Some of the examples supplied by respondents in the ‘other’ category provided further clarification about how they came to lose both personal details and money. One respondent explained how selling items online led to the loss of bank account information and other personal details. In another example the respondent explained how a false computer support centre representative was able to remotely access their personal computer and gain access to information and photos stored on the computer.


Twenty-eight of the 41 participants who had sent both money and personal details in response to a fraudulent invitation indicated that more than $150,000 had been lost to fraudsters. The money sent by respondents, along with personal information, ranged from a minimum of $74.99 to a maximum of $38,000. Two victims of phishing frauds also sent money as well as personal details following a fraudulent invitation. Those amounts were $165 and $900.

Victim demographics

Of the 20 victims of a fraudulent phishing invitation, five were males (25%) and 15 were females (75%). The highest number of female victims were aged over 45 years (75% of females who identified as phishing victims). The largest percentage of males was aged over 55 years (80%). No victims of fraudulent phishing invitations were aged 17 years or younger.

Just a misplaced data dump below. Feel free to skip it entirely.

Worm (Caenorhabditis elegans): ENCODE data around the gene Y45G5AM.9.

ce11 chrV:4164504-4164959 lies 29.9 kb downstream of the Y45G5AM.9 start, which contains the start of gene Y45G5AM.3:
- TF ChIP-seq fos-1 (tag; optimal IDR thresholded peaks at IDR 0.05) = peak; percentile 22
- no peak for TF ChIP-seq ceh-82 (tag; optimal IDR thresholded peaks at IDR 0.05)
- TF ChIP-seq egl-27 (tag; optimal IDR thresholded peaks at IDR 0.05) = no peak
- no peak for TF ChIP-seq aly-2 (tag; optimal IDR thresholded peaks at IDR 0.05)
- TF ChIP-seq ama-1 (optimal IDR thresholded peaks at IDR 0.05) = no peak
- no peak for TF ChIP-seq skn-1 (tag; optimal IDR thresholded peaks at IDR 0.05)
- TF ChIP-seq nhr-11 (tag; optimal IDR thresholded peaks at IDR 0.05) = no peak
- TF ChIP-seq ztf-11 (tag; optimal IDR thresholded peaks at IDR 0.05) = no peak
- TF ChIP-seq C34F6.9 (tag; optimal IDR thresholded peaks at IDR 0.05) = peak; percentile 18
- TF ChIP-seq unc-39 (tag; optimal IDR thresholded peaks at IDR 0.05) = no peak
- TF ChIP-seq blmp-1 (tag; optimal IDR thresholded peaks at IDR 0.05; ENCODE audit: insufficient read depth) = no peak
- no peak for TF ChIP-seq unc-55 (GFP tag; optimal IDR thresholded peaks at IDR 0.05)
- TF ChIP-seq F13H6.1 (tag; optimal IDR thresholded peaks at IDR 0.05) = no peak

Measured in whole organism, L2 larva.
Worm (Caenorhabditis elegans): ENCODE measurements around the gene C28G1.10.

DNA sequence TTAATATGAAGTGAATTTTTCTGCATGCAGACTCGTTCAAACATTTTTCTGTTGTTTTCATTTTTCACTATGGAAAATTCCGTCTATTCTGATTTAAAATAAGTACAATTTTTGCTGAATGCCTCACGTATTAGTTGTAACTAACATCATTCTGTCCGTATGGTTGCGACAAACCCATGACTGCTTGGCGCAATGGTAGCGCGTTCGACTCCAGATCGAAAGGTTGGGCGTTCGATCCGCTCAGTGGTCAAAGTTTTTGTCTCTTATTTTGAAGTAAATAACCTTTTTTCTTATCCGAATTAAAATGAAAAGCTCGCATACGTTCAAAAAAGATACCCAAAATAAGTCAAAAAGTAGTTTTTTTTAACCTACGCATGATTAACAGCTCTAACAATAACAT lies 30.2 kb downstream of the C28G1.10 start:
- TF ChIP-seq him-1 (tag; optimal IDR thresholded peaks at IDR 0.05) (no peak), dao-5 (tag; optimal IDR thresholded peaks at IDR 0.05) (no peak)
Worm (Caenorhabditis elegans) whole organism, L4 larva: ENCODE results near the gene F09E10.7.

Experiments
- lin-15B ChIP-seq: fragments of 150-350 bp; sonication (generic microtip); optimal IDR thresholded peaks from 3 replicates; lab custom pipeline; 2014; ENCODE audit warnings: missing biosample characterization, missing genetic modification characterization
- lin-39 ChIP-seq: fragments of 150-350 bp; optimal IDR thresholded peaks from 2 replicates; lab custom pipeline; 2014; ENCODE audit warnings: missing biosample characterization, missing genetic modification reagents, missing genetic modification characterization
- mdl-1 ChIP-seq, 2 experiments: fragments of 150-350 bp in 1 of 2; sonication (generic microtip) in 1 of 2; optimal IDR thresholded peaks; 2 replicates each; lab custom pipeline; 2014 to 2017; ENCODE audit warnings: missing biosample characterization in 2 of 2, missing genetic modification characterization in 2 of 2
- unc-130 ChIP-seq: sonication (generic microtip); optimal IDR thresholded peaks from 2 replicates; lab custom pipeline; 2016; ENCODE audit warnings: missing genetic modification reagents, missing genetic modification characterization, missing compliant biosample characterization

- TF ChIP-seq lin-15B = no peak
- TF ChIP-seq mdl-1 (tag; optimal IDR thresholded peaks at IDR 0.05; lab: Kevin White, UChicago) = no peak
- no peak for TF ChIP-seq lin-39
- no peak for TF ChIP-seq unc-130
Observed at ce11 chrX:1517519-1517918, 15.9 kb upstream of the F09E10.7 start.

Responding to victimisation

Participants were asked if they had reported the fraud to anyone. They could nominate family and friends, the police, SCAMwatch, the Australian Competition and Consumer Commission or another regulatory agency, the business represented in the fraud, an internet service provider or a lawyer or Legal Aid representative. In the 2014 survey, seven of the 20 victims of a phishing fraud reported their experiences to another person or organisation. Respondents were able to indicate if they had reported the victimisation to more than one person or organisation. When asked why respondents reported the phishing frauds, the main reason they selected was they ‘wanted to prevent others being scammed’ (n=10).

Last updated
3 November 2017